Kenyan Growth Jitters Rekindled as Court Orders Ballot Rerun

NAIROBI (Capital Markets in Africa) – Kenya’s economy may pay the price of opposition leader Raila Odinga’s successful bid to nullify the outcome of last month’s election, as prolonged political uncertainty pending a court-ordered rerun weighs on growth and investor confidence.

“There was a lot of exuberance that the elections were over,” Kenneth Minjire, head of securities at Genghis Capital in Nairobi, said by phone. “Inquiries had shot up from private-equity firms, from foreign investors, who were holding off on investments. A lot of investors will hold off again just to see how this plays out. This writes off the second half as things slow down.”

Odinga’s five-party National Super Alliance alleged the electoral commission’s computer systems were tampered with and vote tallies altered to hand President Uhuru Kenyatta a second term in the Aug. 8 vote. The Supreme Court upheld its complaint on Sept. 1 and ruled a new election be held within 60 days, a shock decision that’s unprecedented in Africa.

The prospect of further political upheaval has spooked the financial markets, with the FTSE NSE Kenya 25 Index of stocks slumping 4 percent on Friday, the most in a year, while yields on the nation’s foreign debt climbed the most in almost two months. The stocks index was down 1.6 percent by 1:20 p.m., while the shilling lost 0.2 percent against the dollar to 103.24, its lowest in two weeks.

Kenya has East Africa’s largest economy, hosts the regional headquarters of companies including Google Inc. and General Electric Co. and several United Nations agencies, and is the world’s largest shipper of black tea.

While Kenya’s economy has been one of the continent’s star performers, expanding an average of 5.7 percent a year since Kenyatta took office in 2013, the growth rate eased to a three-year low of 4.7 percent in the first quarter as a drought curbed agricultural production. Last month’s vote spawned new challenges, as fears of a repetition of ethnic violence that claimed more than 1,100 lives after a disputed 2007 election subdued consumer and business spending and scared off tourists.

Uncertain Period
Shops, restaurants and hotels in the capital, Nairobi, emptied for about a week around the election and the normally congested streets were mostly empty. While the results announcement did spark protests, violence was mainly confined to opposition strongholds in Nairobi’s slums and the western city of Kisumu. The opposition said more than 100 people were killed, while the Kenya National Commission on Human Rights put the death toll at 24.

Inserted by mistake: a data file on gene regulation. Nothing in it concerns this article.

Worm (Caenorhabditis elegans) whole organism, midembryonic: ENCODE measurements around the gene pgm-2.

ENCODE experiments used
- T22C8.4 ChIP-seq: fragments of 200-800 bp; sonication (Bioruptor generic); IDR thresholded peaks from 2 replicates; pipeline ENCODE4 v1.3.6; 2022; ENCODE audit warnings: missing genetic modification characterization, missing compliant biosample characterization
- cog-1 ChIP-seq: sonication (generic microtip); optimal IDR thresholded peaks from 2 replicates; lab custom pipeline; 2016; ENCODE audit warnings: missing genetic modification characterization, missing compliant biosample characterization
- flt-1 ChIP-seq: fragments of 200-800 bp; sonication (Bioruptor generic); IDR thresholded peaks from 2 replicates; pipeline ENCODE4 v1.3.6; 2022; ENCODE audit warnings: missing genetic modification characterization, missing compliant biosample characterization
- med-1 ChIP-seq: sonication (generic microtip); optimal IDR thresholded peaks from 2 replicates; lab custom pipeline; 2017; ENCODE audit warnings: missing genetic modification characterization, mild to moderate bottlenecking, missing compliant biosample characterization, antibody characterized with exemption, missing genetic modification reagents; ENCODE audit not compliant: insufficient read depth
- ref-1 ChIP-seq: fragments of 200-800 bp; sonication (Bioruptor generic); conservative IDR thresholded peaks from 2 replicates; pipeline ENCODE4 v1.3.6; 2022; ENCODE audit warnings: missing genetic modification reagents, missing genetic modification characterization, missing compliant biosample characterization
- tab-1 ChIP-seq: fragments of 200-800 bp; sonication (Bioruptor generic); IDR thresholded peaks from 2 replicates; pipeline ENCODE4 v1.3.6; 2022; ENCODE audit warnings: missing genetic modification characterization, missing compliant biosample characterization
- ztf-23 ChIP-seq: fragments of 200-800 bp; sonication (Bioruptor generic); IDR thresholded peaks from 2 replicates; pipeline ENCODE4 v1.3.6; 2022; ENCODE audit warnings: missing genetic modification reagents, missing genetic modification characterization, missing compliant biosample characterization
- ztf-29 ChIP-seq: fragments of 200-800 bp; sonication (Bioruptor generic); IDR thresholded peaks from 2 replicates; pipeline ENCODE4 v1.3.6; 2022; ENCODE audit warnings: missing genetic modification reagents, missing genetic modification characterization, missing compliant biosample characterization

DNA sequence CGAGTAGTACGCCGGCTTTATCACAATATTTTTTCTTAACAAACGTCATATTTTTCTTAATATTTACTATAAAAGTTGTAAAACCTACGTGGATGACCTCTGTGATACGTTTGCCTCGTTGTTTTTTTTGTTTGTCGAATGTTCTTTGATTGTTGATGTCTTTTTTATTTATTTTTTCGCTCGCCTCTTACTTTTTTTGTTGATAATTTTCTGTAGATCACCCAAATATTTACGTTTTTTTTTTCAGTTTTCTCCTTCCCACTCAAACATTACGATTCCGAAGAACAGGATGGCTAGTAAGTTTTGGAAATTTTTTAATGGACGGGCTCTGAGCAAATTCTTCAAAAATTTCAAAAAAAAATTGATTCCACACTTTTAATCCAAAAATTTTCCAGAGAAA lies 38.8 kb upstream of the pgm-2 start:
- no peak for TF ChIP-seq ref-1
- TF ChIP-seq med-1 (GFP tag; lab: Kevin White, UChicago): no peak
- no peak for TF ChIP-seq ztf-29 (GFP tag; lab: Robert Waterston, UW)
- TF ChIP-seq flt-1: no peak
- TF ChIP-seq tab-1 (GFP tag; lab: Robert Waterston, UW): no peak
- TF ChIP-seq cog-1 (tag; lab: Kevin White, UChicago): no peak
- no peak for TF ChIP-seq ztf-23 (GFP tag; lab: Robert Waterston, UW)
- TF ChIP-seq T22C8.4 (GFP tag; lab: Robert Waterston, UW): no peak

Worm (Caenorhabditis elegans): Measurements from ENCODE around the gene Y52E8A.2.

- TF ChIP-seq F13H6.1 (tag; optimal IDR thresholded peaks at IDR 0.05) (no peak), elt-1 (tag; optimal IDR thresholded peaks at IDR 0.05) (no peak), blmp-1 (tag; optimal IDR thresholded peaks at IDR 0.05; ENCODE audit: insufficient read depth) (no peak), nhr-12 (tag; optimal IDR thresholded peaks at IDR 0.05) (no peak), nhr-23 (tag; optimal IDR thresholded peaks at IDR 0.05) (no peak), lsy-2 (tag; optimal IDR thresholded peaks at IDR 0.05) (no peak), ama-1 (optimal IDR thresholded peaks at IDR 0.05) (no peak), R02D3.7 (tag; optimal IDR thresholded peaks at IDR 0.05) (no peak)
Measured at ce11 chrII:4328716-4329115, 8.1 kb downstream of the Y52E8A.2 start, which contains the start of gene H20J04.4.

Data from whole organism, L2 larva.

“In the few days before the election, business was very good because customers were stocking up,” said Mukeesh Jani, a manager at a Chandarana supermarket in Nairobi’s western Lavington suburb. “After the voting day, business was very low. My workers couldn’t come to work, even if they wanted to. There was no transport and we felt it was not very safe. Right now business is back to normal, but as for the coming election, I don’t know what is going to happen.”

The fresh vote complicates Kenya’s attempts to rein in runaway spending, with a fiscal deficit of 10.2 percent, and may weaken the government’s bargaining position on new debt, said Lisa Brown, a risk analyst at Rand Merchant Bank.

“This could see the government having to plug spending through an even more aggressive domestic and international debt uptake,” Brown said by email. “The delayed election will likely impact on how expensive this debt will be. Pushing debt beyond their own projections could raise concerns for rating agencies.”

Peter Attard Montalto, chief emerging-markets economist at Nomura International Plc in London, expects the economic impact of the rerun to largely be determined by how credible and peaceful it is.

“We have to get through a difficult period of uncertainty until the second election is concluded,” he said. “If this process can be completed with contained unrest in 60 days, then 2018 still looks rosy.”

‘Real Worry’
The court ruling gives the authorities little time to address concerns about the integrity of the electoral commission and the counting process. Kenyatta said in a televised address that while he disagreed with the verdict, he would respect it.

There’s a risk the next vote outcome will also be challenged and the new administration will only be able to get to work in January, delaying government projects and policy decisions needed to stimulate the economy, including a possible review of the state cap on bank lending rates that’s choked credit, Securities Africa Ltd., a Bermuda-based brokerage, said in a research note.

“I can’t see major economic decisions being undertaken and cannot see credit growth picking up,” said John Ngumi, chairman of state-run Kenya Pipeline Co. “Other than rain-fed agriculture, the sectors one should be anxious about are tourism, construction and retail. Banking is another where reduced economic activity, especially the impact of this on small business, is a real worry.”

Nairobi taxi driver Paul Njenga said he expects business to dry up for the rerun as it did last month.

“How do you make money?” he said. “I just want this to get over and done with.”

Source: Bloomberg Business News


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